Obama’s plans consist of programs for immediate relief and long term economic revitalization in six key areas:
“To finally spark the creation of a clean energy economy, we will double the production of alternative energy in the next three years.”
“To build an economy that can lead this future, we will begin to rebuild America.”
“And it means investing in the science, research, and technology that will lead to new medical breakthroughs, new discoveries, and entire new industries.”
“To improve the quality of our health care while lowering its cost, we will make the immediate investments necessary to ensure that within five years, all of America’s medical records are computerized.”
“To give our children the chance to live out their dreams in a world that’s never been more competitive, we will equip tens of thousands of schools.”
“Finally, this recovery and reinvestment plan will provide immediate relief to states, workers, and families who are bearing the brunt of this recession.”
While Obama outlined a solid framework for stimulus and recovery, as usual, the devil is in the details, and the President-elect’s speech was lacking in that capacity. For example, what does he have in mind when he talks about “alternative energy?” Is he only referring to the electricity sector, or does he have transportation and heating fuels in mind as well? Will doubling America’s capacity for “alternative energy” include increasing the production of coal-fired power plants using carbon capture and storage technology? Does the baseline we’re doubling from include hydropower? If hydropower is included, Obama is pledging to take “alternative energy” to around 20% of US electricity supply; if it’s not we’ll be taking it to just 7% of US electricity supply, so nuances like this can clearly make a big difference in the way we parse Obama’s speech today.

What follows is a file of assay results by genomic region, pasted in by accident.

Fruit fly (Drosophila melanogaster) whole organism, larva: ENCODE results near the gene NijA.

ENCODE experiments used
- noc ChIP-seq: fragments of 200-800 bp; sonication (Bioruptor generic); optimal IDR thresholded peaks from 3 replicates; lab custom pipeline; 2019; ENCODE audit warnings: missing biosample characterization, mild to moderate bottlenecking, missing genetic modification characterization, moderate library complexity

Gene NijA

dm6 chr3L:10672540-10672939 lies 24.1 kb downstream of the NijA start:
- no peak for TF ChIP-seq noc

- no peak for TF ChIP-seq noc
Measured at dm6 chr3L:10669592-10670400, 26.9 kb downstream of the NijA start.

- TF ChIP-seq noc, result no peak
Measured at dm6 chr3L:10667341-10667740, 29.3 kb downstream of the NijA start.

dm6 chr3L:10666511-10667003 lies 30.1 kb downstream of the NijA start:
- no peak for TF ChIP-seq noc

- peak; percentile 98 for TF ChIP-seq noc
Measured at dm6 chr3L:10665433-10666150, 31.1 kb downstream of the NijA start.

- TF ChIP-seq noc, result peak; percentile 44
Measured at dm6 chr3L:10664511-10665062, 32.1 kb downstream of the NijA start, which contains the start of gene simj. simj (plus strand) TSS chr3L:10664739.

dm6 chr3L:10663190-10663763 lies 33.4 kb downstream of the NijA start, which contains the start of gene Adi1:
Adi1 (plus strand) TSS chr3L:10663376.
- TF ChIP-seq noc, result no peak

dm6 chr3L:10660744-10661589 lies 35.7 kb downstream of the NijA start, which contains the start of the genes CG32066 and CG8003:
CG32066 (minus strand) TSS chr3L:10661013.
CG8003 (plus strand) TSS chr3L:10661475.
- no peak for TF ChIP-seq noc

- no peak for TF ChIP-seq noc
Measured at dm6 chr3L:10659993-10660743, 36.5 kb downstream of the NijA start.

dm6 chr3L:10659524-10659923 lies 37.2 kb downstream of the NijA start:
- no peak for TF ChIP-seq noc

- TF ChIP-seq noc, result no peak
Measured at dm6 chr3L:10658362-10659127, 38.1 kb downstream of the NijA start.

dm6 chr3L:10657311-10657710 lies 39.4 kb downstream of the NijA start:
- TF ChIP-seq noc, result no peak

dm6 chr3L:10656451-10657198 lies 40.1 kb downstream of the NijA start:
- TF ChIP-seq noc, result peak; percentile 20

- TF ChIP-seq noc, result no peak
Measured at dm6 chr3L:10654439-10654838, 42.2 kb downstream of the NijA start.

Obama also provided very little specificity as to the policy tools he plans to use to accomplish these priorities. Will he beef up the clean energy production tax credit, or will the government invest directly in the production of energy with financing, procurement and fully refundable credits?
The lack of specificity in today’s speech likely indicates that Obama still has a lot of details to work out with Congress, and it’ll be important to watch as these details are unveiled in the weeks ahead.